Sunday, September 14, 2008

Gillian Wegener Poetry Reading at Fresno City College

Gillian Wegener, author of The Opposite of Clairvoyance, will read and sign copies at Fresno City College on Thursday, October 2, 2008 at 11:00 a.m. in the Student Lounge. I hope to see you there. I will be introducing Wegener, who has been one of my favorite poets for a long time. Her work has received praise from David St. John and Jane Hirschfield, among others.

"In a characteristically authentic poem, Gillian Wegener gives us the soul masquerading as a butterfly. 'Attaching the wings is the easy part,' she begins, preparing us for flight that takes different shapes in poem after poem. Whatever her subject--the natural world animated again and again by birds--or daily human settings--Wegener soars, delivering beautiful, heartfelt vistas with her sure knowing sight."

~ Barbara Ras, author of One Hidden Stuff

GILLIAN WEGENER works as a junior high English teacher in California’s Central Valley and lives with her husband and daughter in Modesto. Her poems have appeared in numerous journals, including Runes, English Journal, americas review, and In the Grove. A chapbook, Lifting One Foot, Lifting the Other was published by In the Grove Press in 2001, and she was awarded a top prize by the Dorothy Sargent Rosenberg Foundation for 2006.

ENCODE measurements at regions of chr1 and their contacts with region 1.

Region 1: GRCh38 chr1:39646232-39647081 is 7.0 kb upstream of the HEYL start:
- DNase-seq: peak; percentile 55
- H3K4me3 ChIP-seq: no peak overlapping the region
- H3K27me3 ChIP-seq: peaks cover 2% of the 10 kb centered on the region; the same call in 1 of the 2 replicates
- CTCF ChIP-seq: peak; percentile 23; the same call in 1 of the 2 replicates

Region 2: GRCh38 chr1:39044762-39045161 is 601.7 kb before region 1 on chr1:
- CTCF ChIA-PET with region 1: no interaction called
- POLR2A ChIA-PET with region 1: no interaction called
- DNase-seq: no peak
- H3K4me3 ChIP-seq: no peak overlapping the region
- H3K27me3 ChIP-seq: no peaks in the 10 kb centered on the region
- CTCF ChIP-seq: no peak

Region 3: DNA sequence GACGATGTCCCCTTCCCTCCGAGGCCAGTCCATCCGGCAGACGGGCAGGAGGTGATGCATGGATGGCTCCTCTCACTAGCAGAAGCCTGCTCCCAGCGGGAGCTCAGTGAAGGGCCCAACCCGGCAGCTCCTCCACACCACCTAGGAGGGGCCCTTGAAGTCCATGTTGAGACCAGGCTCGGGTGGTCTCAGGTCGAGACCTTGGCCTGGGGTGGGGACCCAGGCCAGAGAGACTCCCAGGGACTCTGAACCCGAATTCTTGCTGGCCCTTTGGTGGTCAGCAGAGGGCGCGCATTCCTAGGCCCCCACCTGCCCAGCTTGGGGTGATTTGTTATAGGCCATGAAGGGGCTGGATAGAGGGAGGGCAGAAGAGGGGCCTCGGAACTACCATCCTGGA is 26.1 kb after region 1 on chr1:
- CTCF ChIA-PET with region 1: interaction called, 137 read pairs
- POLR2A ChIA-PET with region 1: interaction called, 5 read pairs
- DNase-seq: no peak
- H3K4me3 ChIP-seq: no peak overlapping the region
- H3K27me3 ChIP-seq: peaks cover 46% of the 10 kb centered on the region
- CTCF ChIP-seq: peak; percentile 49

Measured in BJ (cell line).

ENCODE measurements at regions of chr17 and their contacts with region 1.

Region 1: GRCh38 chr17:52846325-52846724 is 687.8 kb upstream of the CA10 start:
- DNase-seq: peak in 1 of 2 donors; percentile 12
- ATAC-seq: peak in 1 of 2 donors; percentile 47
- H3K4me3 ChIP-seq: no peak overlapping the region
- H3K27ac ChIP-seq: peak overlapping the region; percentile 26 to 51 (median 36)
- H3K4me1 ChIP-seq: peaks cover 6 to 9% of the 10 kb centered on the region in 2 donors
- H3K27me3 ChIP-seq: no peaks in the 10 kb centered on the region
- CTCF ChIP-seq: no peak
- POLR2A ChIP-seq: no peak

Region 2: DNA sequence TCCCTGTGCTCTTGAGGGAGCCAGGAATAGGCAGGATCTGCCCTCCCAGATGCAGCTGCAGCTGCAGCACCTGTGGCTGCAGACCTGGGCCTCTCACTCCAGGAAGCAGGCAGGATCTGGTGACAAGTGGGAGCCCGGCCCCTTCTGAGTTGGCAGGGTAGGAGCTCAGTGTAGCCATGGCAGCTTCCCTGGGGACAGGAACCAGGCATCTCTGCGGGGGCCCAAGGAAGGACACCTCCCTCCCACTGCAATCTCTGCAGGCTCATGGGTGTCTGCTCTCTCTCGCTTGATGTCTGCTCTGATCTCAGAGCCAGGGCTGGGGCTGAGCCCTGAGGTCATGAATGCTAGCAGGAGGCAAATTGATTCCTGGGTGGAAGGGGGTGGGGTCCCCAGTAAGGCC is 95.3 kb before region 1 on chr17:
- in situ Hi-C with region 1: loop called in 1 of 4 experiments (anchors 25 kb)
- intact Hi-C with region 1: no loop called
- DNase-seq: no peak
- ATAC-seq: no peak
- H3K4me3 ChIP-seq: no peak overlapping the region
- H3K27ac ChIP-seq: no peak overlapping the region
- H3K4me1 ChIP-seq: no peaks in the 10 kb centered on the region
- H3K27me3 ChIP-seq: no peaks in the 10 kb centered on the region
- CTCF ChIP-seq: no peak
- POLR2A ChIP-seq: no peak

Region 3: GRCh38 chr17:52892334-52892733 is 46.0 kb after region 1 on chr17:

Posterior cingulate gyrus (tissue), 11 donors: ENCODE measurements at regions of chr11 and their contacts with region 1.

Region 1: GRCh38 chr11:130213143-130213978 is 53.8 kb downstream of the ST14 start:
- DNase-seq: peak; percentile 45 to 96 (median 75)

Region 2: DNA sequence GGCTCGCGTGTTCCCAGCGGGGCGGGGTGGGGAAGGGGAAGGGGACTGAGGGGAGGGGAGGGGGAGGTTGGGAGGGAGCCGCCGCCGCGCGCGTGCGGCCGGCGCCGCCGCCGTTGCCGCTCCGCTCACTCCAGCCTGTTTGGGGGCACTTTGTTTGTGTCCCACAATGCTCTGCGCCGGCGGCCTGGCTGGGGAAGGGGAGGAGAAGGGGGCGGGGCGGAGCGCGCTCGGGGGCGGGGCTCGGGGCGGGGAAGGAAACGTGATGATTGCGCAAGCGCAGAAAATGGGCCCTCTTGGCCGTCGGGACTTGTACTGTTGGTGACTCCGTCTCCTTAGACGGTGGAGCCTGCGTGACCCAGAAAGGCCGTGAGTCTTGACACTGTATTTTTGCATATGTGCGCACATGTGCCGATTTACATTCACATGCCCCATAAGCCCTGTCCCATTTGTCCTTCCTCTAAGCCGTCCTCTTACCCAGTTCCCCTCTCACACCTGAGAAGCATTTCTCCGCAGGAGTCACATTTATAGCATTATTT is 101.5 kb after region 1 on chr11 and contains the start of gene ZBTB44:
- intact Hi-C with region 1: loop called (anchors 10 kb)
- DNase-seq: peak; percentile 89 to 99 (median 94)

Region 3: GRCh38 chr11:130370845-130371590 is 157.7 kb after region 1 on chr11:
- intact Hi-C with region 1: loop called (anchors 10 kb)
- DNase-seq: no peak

from The Opposite of Clairvoyance


So you have trouble shifting,
have trouble, are troubled,
you can’t quite manage how to make the leap,
even if it is not a leap really, but just a step,
or not even that, maybe a sitting up rather
than a lying down. Yes, if you have trouble
because you imagined her face so differently,
and now she is in front of you and her hair
is not even close to the fine perfection
you carried in your mind, not the auburn
you had pictured, and her eyes are misaligned
but so slightly it’s not worth mentioning. And
now she is in front of you, right here in front of you,
and you are married, and in the other room
of this house that you always thought would be
bigger and more rustic, in the other room, there is
a child whom you assumed would play the cello,
or at least the guitar, but mostly the kid
seems to stare out the window. The kid is a dreamer.
And that wasn’t the plan. And you go off to work
every day and stare at yourself staring back at yourself
in the train window and are surprised because,
boy-oh-boy, is it hard to make the shift between
all that you imagined (you were a dreamer) and
all that really is, and could that really be you...
the guy with the tie and the crow’s feet and the glasses
in which there is an even smaller reflection of you
staring back in disbelief.

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